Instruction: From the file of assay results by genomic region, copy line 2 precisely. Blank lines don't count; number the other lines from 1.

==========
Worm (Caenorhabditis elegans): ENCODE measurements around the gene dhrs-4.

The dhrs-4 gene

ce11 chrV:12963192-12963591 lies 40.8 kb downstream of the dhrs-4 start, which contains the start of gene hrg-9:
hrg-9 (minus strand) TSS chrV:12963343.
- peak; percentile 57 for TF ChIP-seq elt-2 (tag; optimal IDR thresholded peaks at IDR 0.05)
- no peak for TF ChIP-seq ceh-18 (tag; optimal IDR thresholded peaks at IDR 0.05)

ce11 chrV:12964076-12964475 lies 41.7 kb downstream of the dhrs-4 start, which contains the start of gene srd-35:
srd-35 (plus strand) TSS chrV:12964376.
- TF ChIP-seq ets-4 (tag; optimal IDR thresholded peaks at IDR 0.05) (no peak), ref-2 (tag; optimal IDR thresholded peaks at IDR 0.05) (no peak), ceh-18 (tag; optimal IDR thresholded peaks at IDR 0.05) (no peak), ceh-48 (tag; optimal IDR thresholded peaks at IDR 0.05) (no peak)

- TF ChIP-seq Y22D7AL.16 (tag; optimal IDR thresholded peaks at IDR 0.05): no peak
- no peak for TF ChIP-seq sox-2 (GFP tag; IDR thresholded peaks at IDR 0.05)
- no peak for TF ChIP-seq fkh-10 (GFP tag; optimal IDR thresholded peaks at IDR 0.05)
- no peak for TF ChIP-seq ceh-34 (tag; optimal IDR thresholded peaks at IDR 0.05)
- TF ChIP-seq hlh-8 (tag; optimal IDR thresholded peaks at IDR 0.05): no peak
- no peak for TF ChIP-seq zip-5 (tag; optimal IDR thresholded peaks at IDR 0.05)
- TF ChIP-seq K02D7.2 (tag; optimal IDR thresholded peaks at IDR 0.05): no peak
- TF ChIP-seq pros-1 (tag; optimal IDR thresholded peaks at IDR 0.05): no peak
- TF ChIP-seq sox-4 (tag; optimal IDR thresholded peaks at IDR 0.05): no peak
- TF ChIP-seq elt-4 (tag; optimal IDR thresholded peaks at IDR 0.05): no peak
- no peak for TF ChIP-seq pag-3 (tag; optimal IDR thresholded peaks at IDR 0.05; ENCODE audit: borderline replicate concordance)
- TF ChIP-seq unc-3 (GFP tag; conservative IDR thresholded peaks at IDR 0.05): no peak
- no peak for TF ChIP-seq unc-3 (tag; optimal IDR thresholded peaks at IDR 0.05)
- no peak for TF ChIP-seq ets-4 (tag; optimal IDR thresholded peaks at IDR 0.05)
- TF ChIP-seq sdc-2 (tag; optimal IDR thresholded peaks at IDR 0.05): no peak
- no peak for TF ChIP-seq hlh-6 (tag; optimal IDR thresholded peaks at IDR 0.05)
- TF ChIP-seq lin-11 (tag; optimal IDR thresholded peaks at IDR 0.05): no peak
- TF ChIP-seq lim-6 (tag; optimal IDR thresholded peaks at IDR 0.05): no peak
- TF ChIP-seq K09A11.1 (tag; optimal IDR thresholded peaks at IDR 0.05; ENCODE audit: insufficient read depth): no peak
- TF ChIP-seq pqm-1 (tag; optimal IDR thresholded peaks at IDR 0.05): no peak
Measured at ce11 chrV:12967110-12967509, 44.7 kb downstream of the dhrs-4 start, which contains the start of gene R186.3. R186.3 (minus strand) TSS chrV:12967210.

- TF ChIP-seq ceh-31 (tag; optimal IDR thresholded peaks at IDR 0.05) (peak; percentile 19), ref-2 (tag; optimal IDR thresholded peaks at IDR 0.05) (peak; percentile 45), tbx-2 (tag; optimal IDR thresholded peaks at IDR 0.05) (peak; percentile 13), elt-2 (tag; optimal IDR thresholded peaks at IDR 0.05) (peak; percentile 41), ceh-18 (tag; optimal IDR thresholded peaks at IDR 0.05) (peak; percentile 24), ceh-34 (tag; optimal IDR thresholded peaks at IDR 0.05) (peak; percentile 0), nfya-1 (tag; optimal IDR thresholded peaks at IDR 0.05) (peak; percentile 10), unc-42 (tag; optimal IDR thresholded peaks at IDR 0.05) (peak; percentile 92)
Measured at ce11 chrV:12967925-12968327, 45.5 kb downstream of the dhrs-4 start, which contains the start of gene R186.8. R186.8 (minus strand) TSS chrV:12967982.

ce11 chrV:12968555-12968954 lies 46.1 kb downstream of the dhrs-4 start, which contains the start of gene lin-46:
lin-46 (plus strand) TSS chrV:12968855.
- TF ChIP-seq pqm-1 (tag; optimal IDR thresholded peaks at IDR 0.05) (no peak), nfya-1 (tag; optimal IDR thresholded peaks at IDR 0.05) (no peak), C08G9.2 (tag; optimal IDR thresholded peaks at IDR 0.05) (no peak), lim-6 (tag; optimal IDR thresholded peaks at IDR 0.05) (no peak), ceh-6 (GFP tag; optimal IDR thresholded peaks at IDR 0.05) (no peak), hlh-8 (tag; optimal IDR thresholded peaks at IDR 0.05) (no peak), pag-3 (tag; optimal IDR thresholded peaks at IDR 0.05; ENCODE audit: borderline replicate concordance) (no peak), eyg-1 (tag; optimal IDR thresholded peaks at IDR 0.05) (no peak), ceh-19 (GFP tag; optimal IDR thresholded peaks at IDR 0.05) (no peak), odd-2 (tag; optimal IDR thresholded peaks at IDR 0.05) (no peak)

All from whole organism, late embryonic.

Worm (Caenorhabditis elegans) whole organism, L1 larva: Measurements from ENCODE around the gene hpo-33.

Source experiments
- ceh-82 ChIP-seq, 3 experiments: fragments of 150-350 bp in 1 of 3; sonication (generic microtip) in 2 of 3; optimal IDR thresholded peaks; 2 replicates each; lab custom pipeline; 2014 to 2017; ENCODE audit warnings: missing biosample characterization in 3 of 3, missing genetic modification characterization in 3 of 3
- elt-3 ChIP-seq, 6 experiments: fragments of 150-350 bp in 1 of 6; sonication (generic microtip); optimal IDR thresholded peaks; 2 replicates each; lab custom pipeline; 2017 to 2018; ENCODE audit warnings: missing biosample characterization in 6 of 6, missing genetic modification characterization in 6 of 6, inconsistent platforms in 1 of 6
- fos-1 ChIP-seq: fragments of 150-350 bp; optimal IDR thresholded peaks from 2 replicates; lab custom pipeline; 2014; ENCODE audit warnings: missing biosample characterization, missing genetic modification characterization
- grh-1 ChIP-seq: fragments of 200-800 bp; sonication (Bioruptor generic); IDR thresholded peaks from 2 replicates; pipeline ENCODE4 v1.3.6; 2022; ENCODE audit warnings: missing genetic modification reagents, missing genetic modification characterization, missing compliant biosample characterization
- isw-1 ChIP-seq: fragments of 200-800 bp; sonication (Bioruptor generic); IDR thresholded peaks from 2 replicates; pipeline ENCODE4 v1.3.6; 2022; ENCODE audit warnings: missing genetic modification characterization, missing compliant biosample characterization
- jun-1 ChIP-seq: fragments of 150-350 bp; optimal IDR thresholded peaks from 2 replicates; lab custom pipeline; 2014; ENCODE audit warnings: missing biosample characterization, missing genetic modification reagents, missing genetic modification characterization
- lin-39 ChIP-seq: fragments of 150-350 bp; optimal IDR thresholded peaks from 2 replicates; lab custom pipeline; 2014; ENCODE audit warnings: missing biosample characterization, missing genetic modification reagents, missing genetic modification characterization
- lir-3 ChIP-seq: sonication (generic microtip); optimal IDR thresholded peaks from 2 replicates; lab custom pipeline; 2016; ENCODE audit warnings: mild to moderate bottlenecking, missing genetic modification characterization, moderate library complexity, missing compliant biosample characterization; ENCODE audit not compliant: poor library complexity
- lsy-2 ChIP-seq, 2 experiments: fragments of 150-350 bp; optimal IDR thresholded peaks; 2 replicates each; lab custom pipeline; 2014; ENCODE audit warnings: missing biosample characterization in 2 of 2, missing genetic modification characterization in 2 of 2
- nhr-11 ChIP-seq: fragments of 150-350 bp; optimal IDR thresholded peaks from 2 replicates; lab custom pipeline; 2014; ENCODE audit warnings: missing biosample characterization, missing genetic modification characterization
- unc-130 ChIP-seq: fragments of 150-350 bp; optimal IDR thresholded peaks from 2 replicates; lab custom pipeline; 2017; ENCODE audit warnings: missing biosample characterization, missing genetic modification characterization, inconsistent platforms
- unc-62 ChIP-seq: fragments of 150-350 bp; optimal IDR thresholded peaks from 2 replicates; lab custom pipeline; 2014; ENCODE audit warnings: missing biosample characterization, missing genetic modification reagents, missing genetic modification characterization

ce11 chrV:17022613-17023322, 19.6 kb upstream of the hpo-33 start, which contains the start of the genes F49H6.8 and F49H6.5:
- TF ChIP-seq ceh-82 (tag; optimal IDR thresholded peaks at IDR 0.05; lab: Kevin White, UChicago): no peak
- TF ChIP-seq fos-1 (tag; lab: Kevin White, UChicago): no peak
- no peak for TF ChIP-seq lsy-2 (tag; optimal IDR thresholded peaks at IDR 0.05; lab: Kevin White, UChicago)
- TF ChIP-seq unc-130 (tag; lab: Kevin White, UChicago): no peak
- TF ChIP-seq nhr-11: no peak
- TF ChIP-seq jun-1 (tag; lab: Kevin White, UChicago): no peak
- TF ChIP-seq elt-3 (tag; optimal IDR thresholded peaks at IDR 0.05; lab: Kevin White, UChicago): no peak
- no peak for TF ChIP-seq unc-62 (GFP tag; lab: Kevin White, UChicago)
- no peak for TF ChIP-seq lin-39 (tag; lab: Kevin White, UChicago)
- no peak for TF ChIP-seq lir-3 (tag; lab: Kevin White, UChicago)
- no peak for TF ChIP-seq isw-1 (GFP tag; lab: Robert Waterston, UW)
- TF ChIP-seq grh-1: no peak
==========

The dhrs-4 gene